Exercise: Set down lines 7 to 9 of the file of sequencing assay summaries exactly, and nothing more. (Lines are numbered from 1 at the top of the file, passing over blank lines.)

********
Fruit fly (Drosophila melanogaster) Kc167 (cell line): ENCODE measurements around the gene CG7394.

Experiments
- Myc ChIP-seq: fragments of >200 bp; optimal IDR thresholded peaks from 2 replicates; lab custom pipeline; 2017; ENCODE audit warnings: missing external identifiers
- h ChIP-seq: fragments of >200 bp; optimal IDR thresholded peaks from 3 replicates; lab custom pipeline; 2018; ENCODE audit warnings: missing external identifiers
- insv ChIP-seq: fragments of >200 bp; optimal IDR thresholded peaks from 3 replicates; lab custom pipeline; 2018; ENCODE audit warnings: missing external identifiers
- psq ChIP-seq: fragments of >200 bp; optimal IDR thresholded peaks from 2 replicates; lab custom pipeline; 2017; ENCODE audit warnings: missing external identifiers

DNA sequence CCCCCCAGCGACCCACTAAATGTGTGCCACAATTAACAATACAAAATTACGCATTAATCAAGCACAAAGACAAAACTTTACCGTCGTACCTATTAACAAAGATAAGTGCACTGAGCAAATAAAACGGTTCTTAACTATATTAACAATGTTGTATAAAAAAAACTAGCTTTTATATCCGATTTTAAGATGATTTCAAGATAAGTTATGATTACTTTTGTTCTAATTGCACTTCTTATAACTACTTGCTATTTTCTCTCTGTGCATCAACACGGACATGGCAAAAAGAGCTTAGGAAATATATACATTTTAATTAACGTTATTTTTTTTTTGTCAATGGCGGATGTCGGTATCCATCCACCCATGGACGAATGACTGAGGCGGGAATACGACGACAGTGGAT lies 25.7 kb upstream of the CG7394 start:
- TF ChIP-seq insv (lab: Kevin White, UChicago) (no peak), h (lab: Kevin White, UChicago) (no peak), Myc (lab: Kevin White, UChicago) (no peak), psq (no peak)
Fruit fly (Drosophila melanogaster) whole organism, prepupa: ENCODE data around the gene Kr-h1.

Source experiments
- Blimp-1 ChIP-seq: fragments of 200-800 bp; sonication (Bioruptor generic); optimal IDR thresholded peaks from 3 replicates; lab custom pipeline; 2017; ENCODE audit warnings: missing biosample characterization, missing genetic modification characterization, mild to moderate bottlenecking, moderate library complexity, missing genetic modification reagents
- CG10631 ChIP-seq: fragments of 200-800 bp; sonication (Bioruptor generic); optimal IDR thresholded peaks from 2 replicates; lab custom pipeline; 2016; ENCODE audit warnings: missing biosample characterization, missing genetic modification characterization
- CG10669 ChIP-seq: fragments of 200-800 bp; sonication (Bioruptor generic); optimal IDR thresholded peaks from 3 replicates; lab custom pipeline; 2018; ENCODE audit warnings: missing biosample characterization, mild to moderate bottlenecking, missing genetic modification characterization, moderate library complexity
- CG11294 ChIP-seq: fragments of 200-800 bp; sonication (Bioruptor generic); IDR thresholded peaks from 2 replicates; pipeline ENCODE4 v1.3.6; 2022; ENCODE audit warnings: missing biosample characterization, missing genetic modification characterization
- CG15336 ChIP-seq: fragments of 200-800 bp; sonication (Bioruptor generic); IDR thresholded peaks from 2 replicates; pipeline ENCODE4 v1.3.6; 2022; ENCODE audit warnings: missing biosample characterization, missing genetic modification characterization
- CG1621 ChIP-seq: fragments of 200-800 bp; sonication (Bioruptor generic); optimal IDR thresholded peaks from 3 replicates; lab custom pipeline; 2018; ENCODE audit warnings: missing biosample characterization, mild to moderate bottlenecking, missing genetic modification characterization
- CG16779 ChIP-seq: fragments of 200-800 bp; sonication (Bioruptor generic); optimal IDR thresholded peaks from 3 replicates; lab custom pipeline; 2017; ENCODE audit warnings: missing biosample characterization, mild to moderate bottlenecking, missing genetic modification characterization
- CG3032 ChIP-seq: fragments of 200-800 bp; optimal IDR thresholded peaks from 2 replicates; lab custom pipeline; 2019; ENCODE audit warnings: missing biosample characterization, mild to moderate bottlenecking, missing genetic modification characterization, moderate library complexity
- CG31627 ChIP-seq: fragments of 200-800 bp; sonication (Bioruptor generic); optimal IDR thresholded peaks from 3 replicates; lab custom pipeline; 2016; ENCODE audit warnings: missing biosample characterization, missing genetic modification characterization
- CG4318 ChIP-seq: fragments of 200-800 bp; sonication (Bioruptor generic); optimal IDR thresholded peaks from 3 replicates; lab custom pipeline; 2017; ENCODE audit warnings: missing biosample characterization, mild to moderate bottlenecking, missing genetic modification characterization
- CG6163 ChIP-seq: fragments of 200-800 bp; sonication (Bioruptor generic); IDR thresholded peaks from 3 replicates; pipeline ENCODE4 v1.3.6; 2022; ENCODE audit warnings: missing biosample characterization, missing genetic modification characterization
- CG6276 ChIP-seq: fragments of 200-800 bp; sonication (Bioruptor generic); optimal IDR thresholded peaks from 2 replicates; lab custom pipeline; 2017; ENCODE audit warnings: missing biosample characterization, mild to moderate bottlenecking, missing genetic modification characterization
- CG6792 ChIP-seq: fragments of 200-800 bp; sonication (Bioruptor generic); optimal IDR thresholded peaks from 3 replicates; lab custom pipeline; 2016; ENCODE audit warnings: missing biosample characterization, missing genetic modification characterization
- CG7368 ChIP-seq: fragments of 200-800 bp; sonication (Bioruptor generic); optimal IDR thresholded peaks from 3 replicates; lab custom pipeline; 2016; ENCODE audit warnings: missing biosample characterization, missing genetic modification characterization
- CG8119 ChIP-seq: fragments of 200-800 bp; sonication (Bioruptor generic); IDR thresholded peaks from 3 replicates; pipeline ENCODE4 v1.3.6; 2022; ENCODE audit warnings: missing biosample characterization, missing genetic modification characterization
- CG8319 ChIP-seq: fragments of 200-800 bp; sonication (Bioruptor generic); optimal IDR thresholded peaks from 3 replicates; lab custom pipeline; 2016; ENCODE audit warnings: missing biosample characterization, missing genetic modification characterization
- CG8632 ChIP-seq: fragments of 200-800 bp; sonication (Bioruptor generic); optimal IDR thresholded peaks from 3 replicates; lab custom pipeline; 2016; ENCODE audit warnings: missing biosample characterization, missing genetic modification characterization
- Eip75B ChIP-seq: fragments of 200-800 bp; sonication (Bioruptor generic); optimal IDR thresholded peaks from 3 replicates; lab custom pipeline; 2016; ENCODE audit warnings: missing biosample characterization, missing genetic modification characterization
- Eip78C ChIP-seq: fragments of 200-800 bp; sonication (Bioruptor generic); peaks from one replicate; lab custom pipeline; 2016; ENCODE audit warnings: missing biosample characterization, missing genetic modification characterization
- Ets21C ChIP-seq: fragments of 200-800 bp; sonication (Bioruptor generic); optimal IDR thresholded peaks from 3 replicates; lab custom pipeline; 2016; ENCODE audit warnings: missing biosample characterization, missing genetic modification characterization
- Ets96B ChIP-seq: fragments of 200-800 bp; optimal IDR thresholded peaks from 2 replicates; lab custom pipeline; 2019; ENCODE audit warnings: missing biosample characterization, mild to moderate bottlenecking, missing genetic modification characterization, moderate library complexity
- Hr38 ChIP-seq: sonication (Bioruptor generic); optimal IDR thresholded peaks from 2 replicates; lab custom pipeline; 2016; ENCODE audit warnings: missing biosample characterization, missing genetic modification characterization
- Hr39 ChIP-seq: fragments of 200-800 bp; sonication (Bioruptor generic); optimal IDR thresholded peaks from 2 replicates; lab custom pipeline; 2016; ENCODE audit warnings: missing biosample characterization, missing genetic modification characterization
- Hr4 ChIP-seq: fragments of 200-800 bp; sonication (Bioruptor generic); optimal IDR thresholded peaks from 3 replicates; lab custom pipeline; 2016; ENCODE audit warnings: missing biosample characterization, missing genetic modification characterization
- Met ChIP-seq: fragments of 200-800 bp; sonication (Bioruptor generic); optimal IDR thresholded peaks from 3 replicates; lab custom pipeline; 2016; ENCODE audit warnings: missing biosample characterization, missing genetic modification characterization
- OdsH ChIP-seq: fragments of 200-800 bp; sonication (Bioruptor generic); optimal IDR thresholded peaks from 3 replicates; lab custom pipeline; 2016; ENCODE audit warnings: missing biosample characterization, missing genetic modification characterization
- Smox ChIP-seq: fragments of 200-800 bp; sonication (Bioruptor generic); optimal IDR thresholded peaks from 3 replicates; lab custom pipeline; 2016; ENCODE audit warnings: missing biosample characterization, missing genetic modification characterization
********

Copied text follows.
DNA sequence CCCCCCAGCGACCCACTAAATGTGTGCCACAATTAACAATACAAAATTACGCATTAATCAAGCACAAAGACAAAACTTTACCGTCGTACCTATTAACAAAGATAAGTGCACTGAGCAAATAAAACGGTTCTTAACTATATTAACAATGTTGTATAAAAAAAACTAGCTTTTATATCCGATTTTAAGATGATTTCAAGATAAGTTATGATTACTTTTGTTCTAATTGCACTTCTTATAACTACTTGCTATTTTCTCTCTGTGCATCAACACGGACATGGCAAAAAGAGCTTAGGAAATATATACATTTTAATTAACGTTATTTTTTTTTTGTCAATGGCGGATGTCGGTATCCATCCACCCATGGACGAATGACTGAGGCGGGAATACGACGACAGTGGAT lies 25.7 kb upstream of the CG7394 start:
- TF ChIP-seq insv (lab: Kevin White, UChicago) (no peak), h (lab: Kevin White, UChicago) (no peak), Myc (lab: Kevin White, UChicago) (no peak), psq (no peak)
Fruit fly (Drosophila melanogaster) whole organism, prepupa: ENCODE data around the gene Kr-h1.